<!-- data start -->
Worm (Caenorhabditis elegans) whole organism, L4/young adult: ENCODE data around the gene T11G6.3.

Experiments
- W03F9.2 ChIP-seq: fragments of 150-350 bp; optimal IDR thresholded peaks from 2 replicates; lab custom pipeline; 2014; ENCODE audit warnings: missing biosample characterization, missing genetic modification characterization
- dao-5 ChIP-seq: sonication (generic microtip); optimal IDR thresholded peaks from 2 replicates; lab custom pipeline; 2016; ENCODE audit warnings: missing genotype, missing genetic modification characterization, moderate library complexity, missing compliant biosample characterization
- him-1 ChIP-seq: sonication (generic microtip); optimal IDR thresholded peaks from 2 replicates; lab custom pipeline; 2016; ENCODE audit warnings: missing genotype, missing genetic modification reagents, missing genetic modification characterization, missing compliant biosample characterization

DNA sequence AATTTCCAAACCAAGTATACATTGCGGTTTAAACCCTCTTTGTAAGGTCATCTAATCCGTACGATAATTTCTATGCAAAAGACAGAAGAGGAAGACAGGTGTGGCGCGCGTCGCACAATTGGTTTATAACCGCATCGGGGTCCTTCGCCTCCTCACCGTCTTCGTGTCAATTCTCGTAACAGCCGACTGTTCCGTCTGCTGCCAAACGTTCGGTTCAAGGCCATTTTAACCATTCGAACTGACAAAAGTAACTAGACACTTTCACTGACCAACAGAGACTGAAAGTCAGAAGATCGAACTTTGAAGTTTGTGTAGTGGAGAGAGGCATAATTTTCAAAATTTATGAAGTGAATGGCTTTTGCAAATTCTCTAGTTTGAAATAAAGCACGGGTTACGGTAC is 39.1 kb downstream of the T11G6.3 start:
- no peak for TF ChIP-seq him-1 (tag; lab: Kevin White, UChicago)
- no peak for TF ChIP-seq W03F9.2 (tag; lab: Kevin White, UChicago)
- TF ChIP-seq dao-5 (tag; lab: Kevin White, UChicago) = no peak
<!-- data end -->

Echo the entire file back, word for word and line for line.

Worm (Caenorhabditis elegans) whole organism, L4/young adult: ENCODE data around the gene T11G6.3.

Experiments
- W03F9.2 ChIP-seq: fragments of 150-350 bp; optimal IDR thresholded peaks from 2 replicates; lab custom pipeline; 2014; ENCODE audit warnings: missing biosample characterization, missing genetic modification characterization
- dao-5 ChIP-seq: sonication (generic microtip); optimal IDR thresholded peaks from 2 replicates; lab custom pipeline; 2016; ENCODE audit warnings: missing genotype, missing genetic modification characterization, moderate library complexity, missing compliant biosample characterization
- him-1 ChIP-seq: sonication (generic microtip); optimal IDR thresholded peaks from 2 replicates; lab custom pipeline; 2016; ENCODE audit warnings: missing genotype, missing genetic modification reagents, missing genetic modification characterization, missing compliant biosample characterization

DNA sequence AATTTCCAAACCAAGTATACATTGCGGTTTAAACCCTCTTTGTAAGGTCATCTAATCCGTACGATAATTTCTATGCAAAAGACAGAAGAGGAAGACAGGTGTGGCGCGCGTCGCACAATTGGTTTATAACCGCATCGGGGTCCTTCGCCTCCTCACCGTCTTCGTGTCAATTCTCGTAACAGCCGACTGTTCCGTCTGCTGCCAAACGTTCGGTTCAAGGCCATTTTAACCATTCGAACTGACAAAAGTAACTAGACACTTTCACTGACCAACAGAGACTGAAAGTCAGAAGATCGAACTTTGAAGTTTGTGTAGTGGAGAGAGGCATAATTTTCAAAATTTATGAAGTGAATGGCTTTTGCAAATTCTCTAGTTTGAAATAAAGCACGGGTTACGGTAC is 39.1 kb downstream of the T11G6.3 start:
- no peak for TF ChIP-seq him-1 (tag; lab: Kevin White, UChicago)
- no peak for TF ChIP-seq W03F9.2 (tag; lab: Kevin White, UChicago)
- TF ChIP-seq dao-5 (tag; lab: Kevin White, UChicago) = no peak